Wonderful’s IWCA Experience – Be an Accomplice, Not an Ally: Reflections on the 2017 IWCA Keynote

The 2017 IWCA Conference was a conference of firsts. For the first time in the history of this conference, the Keynote speaker was and African American woman. Since much of my own research focuses on writing center theory, race, and pedagogy, I center this response to IWCA2017 on the Keynote speech of Neisha Ann-Green. Her speech used personal stories from her time as a writing center director to articulate and nuance the various instances of racism she experienced at the institution where she worked. These instances included rotten bananas being thrown at black students or hung from nooses with the name “Harambe” written on them.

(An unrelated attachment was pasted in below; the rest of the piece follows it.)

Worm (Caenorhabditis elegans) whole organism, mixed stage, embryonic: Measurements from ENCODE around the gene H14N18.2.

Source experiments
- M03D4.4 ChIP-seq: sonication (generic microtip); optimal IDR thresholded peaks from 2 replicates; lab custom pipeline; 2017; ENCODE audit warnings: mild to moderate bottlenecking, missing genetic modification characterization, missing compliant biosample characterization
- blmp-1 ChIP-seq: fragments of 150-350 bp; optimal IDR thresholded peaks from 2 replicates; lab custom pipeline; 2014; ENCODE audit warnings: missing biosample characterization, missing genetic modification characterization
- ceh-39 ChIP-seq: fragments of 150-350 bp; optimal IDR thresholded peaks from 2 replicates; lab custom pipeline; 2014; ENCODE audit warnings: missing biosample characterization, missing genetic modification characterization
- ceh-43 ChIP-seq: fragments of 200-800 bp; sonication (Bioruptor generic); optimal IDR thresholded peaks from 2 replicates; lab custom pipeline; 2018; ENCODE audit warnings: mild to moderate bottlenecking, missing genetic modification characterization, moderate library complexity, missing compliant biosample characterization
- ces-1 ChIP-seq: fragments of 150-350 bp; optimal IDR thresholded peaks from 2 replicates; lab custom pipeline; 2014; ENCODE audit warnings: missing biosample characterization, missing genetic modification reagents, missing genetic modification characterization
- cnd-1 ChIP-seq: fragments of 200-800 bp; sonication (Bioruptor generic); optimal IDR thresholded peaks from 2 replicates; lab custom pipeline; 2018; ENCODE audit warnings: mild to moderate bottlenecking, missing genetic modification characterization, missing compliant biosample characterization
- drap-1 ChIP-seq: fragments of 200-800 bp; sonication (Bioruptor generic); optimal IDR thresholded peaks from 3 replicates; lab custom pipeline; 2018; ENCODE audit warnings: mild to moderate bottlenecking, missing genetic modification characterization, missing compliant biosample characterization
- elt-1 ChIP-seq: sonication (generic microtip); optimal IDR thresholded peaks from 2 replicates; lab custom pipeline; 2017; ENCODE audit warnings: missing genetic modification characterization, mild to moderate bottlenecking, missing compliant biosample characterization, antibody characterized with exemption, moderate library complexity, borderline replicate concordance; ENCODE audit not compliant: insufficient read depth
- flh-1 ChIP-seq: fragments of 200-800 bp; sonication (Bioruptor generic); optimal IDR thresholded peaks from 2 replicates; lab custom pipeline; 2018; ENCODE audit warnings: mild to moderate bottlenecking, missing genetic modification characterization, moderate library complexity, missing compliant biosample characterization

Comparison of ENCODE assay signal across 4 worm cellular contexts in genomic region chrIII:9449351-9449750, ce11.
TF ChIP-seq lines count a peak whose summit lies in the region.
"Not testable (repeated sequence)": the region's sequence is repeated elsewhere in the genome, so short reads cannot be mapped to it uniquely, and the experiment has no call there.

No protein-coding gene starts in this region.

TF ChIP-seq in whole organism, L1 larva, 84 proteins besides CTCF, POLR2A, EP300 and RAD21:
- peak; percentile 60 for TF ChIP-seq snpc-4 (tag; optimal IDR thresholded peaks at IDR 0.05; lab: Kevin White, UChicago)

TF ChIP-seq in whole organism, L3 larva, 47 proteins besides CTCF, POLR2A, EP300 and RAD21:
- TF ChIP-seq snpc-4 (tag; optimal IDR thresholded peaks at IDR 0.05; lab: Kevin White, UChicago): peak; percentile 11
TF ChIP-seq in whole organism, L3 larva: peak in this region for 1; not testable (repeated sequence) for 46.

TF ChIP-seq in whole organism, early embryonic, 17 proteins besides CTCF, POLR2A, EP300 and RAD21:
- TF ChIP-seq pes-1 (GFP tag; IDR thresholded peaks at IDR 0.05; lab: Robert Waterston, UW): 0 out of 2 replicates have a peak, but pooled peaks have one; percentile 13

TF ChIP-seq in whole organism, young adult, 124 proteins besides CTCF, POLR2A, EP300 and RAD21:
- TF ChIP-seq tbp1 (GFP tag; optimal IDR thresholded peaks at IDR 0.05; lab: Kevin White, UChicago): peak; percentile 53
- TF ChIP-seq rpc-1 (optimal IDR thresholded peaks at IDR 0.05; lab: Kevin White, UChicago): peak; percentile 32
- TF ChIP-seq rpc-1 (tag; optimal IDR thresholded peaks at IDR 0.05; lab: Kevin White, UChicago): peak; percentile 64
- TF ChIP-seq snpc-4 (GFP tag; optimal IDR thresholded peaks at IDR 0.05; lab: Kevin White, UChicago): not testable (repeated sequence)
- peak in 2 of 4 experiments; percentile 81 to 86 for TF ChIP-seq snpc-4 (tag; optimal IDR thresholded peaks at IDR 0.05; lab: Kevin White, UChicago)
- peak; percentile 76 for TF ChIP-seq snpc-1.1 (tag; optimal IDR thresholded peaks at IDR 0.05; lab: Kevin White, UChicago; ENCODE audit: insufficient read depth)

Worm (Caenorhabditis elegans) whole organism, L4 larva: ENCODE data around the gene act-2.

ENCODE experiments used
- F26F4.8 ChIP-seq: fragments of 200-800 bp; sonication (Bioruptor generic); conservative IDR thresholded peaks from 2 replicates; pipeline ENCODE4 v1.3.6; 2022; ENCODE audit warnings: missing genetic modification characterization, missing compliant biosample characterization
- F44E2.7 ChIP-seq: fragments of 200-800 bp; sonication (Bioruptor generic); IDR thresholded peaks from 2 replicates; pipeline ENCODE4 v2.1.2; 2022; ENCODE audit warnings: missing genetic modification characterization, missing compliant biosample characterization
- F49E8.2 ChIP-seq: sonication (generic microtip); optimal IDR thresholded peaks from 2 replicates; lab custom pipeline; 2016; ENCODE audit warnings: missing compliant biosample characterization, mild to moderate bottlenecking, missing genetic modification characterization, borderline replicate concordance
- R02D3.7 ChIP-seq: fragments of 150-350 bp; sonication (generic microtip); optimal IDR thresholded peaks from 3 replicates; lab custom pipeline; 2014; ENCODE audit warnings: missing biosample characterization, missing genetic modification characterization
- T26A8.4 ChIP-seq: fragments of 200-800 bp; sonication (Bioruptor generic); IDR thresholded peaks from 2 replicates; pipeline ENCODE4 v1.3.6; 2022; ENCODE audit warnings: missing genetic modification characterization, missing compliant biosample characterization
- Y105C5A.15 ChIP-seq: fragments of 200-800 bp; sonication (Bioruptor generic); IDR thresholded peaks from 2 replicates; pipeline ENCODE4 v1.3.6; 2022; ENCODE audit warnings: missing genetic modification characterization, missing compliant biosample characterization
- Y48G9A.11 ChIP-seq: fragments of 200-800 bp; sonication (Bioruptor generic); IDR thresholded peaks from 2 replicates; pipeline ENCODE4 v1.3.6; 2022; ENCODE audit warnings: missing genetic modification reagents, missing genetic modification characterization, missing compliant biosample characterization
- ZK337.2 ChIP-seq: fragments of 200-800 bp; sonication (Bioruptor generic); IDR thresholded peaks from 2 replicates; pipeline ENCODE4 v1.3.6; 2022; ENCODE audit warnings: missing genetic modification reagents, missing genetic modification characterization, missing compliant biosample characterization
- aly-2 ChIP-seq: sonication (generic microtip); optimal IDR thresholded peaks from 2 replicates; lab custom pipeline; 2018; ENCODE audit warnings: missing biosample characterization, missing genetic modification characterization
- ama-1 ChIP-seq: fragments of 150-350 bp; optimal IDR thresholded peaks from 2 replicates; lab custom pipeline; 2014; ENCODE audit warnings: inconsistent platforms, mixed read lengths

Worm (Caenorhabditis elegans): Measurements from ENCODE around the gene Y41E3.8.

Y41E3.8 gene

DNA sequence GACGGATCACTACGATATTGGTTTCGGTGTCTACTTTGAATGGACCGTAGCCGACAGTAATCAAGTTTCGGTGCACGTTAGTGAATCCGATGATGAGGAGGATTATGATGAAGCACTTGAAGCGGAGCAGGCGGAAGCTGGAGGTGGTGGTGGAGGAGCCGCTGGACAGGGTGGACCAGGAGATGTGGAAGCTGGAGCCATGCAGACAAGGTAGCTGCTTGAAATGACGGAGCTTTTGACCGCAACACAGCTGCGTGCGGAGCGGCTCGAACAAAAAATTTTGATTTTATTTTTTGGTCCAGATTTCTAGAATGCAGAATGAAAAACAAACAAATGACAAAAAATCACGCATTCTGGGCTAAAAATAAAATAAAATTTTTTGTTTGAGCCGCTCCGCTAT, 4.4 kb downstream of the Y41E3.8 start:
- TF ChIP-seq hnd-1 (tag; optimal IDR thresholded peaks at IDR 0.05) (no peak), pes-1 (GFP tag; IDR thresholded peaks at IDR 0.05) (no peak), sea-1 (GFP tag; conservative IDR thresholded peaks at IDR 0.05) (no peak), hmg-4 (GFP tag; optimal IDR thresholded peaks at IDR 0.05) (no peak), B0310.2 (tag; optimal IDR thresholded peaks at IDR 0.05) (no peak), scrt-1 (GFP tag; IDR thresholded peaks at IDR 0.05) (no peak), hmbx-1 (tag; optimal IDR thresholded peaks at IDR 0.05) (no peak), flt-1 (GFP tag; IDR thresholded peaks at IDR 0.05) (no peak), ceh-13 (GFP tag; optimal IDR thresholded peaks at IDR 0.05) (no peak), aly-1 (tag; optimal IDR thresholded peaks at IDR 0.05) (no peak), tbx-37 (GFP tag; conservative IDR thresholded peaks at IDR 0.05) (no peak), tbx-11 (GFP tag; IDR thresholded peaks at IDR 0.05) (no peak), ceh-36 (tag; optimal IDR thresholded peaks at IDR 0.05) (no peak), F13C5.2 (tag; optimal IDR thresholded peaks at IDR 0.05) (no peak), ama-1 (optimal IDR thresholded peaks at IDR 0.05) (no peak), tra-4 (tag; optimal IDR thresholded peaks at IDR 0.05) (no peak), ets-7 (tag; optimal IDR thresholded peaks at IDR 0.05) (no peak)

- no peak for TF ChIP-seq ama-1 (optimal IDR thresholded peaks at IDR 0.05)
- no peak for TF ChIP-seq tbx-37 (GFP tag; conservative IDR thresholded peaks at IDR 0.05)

Confederate flags hung around campus with cotton stuck to them while they all sat collectively at a formal townhall to talk about the new antiracist center. The pain of racism and the work of undoing it are commodities for which the institution profits. However, the symbolism of an antiracist institution situated on a campus that allows confederate flags, bananas in nooses, etc. expose the dissonance between seeming antiracist, while ensuring racist iconography remains on campus—a perfect metaphor for neoliberalism (a space to promote freedom of speech, while we “consider” both sides, staking a stance on neither). It is from this point that Neisha asked that we not be allies who set up separate, and at times, segregated spaces where Colored bodies go to express their concerns of racism to Chief Diversity Officers hamstrung by limited resources and institutional policies. Neisha called on us as writing center directors, consultants, staff, etc. to not be allies, but to be an accomplice in undoing both systemic racism in education and individual racism that occurs on college campuses. To be an accomplice is to call out racism or racist acts; it’s to explain to family and friends why racism and racist rhetoric should neither tolerable in private nor public spaces; it’s to do the work and not just creating monuments to those who have done the work.